Reaping the whirlwind
The bleak and discouraging picture of the housing situation as Germany enters her third winter of occupation is slightly relieved by a few elements of hope. Through the repair of partially destroyed dwellings, through the use of barracks and empty industrial buildings, and through the conversion of attics and unused space in buildings, thousands of Germans can find shelter in spite of the lack of building materials and transport.
Furthermore, a new method for the disposal and use of rubble will go a long way towards solving several heretofore insurmountable problems. By processing the rubble on the site of the ruins with the aid of large mills it can be cleared away and a new and excellent building material made on the spot by mixing the pulverised rubble with concrete. Hence two tasks can be accomplished without depending on transport.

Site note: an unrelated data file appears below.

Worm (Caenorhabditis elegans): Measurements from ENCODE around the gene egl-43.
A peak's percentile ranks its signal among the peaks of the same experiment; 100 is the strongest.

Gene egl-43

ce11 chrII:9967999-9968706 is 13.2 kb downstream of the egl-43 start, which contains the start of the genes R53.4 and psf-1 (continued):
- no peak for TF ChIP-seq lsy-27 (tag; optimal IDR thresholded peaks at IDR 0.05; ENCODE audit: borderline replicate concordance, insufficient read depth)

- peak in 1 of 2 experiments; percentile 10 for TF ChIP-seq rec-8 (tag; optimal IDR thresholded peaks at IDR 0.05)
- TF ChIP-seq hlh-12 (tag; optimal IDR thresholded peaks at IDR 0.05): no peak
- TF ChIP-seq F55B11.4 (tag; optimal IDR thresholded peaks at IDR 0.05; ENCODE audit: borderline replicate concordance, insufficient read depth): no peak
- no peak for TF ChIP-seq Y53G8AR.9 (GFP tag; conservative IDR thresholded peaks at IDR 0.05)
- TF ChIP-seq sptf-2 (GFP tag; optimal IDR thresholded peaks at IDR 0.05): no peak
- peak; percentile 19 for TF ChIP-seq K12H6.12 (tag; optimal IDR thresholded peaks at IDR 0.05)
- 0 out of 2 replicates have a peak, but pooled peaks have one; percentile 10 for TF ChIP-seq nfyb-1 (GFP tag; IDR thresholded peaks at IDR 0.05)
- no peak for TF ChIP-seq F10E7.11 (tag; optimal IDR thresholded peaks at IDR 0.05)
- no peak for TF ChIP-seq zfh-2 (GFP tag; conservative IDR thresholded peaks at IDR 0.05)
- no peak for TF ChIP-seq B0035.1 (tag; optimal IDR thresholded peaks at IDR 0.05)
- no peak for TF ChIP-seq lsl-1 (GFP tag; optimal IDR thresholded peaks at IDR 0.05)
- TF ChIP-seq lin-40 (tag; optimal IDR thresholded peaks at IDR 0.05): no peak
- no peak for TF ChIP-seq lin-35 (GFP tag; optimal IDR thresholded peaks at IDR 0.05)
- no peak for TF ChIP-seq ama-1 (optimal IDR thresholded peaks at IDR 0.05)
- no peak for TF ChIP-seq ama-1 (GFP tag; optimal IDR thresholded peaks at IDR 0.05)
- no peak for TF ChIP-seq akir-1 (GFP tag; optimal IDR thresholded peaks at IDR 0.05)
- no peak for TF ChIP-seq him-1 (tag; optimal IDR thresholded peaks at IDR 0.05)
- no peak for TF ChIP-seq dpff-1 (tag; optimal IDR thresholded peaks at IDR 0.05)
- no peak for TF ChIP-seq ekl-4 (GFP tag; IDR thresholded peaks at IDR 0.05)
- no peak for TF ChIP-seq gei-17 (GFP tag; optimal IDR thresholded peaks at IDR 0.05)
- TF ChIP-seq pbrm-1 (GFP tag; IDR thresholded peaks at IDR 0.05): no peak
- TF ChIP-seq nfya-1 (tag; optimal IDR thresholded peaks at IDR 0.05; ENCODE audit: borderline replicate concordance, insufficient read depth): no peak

Although the casual visitor may travel in a countryside apparently untouched by war, the first city of any size will show the remnants of destroyed buildings. Würzburg in Bavaria is more than 70% destroyed, Heilbronn in Würtemberg-Baden is more than 50% destroyed and in Greater Hesse, where key industrial plants were more numerous, the extent of the damage is even greater.
One factor that has made the situation worse is the increase in population because of the expulsion of Germans from eastern Europe, who are now living with native German families in crowded conditions, with very limited facilities and no privacy.